Virginia – Arlington National Cemetery

Virginia – Arlington National Cemetery

A visit to Arlington National Cemetery can be moving and memorable, if your kids are old enough to appreciate what they are seeing. Arlington is just one of over a hundred national cemeteries in the United States, but it is certainly the most well-known.

Arlington National Cemetery

I confess that before this trip, I was completely unaware of the ties of this piece of land to George Washington and Robert E. Lee. We had already learned during our visit to Mount Vernon earlier that day that George Washington had no biological children and had adopted the children from Martha Washington’s first marriage. Martha Washington’s grandson, George Washington Parke Custis, inherited the land where Arlington now sits in 1802.  He built Arlington House as the centerpiece of the plantation. In 1831, his only surviving child, Mary Anna Randolph Custis was wed to Robert E. Lee at Arlington House where they resided for over 30 years. During the Civil War, Lee resigned from the United States Army and his family vacated the property. Federal troops took over the property and turned it into a cemetery.

You can arrive at Arlington National Cemetery by either car or Metro. A Metro stop is conveniently located at the entrance to the cemetery. We drove there because we toured Arlington on the same day that we visited Mount Vernon and had driven there. A visitor’s parking lot is located near the entrance.  Once you arrive at the entrance, your first stop should be the Visitors Center. There you can pick up a map and plan what you want to see. There is a lot of walking involved in a visit to Arlington and if you are visiting late in the day, say, after spending a bunch of time walking around Mount Vernon, remember to choose wisely and save enough energy to get back to your car or the Metro Station.

First on our tour plan was the grave of William Howard Taft, the only person who was both President and Chief Justice of the United States. Taft was from Cincinnati, where we live. His childhood home is a National Historic Site that I wrote about in my book. It seemed fitting to also visit his final resting place.

Taft grave at Arlington

Next, we noticed that one of the streets of Arlington was named Weeks Avenue.  Our last name is Weeks, so we decided to visit “our” street. We came across the grave of John Wingate Weeks, who we discovered was in Congress, Senate, and served as Secretary of War.  As far as we know, we aren’t related, but it was nevertheless interesting.

Weeks grave

Here we are on Weeks Avenue.

Weeks Drive at Arlington

Not far from there was the gravesite of President Kennedy.

Kennedy Gravesite

JFK Grave at Arlington

Next we visited the tomb of the Civil War unknown dead.

Civil War Unknown Dead

From there we walked up to Arlington House.  It’s on top of the hill and was quite a hike after a long day of walking, but the view was amazing.

View from Arlington House

We rested for a few minutes on the steps of Arlington House.

Arlington House

Now comes the part we could have planned a bit better. One of the most interesting parts of a visit to Arlington National Cemetery is watching the Changing of the Guard at the Tomb of the Unknowns.  We should have been keeping a closer eye on the time because we arrived about halfway through the ceremony.  The changing of the guard occurs on the hour, and, during the summer, also on the half-hour.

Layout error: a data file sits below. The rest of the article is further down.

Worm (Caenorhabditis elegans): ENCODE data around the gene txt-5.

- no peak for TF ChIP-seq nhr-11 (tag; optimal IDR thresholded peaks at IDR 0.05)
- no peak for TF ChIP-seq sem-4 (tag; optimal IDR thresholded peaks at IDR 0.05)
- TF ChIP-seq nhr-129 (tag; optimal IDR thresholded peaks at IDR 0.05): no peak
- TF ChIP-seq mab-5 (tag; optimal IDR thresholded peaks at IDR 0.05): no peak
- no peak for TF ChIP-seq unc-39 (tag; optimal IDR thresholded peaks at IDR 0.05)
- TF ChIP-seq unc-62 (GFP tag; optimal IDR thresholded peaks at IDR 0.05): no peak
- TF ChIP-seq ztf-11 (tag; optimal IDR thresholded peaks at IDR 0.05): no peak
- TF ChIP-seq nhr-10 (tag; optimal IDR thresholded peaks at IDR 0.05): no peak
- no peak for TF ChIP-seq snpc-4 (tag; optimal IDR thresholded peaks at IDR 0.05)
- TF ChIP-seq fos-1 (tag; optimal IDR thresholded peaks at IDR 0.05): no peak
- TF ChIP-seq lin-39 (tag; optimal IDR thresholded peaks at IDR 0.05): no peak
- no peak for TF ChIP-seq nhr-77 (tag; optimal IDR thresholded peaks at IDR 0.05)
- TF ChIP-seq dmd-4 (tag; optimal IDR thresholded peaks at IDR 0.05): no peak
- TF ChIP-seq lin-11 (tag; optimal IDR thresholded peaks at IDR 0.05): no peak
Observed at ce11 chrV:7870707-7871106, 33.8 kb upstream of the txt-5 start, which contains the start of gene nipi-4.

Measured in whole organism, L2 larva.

Changing of the Guard

Tomb of the Unknowns

Fortunately, after the Changing of the Guard, there were two additional ceremonies in which flower wreaths were placed in front of the tomb.

Flower wreath ceremony at Arlington

My youngest daughter who was 9 years old at the time, found this to be the most (and probably only) interesting part of our visit to Arlington National Cemetery. She hadn’t learned enough American History yet to really appreciate the rest.

At this point, all of us were pretty tired and ready to head back, but my son said he wanted to see the Challenger and Columbia memorials, so we mustered a bit more energy and made it there. When my children show an interest in learning, I try hard not to interfere. Here’s the Space Shuttle Challenger Memorial.

Challenger Memorial

And the Space Shuttle Columbia Memorial.

Columbia Memorial

They weren’t as big as I expected they would be.

We spent about two hours exploring Arlington, though you could certainly spend much more time there. But two hours was enough for us, and actually more than enough for my 9-year-old.  Respectful behavior is expected at all times and it can be hard for younger kids who want to run around to restrain themselves. For younger kids, I would recommend seeing the Changing of the Guard and keeping the visit to no more than an hour.

Because we had driven a car, after we left Arlington, we made a quick stop to see the nearby Pentagon Memorial and Iwo Jima Memorial.

Iwo Jima Memorial

Ready to Visit?

Arlington National Cemetery
Arlington, VA 22211
(877) 907-8585

Open 7 days a week, 365 days
April-September:  8 a.m.-7 p.m.
October-March:  8 a.m.-5 p.m.

This attraction appears in my e-book, How to Visit All 50 States in 12 Trips.

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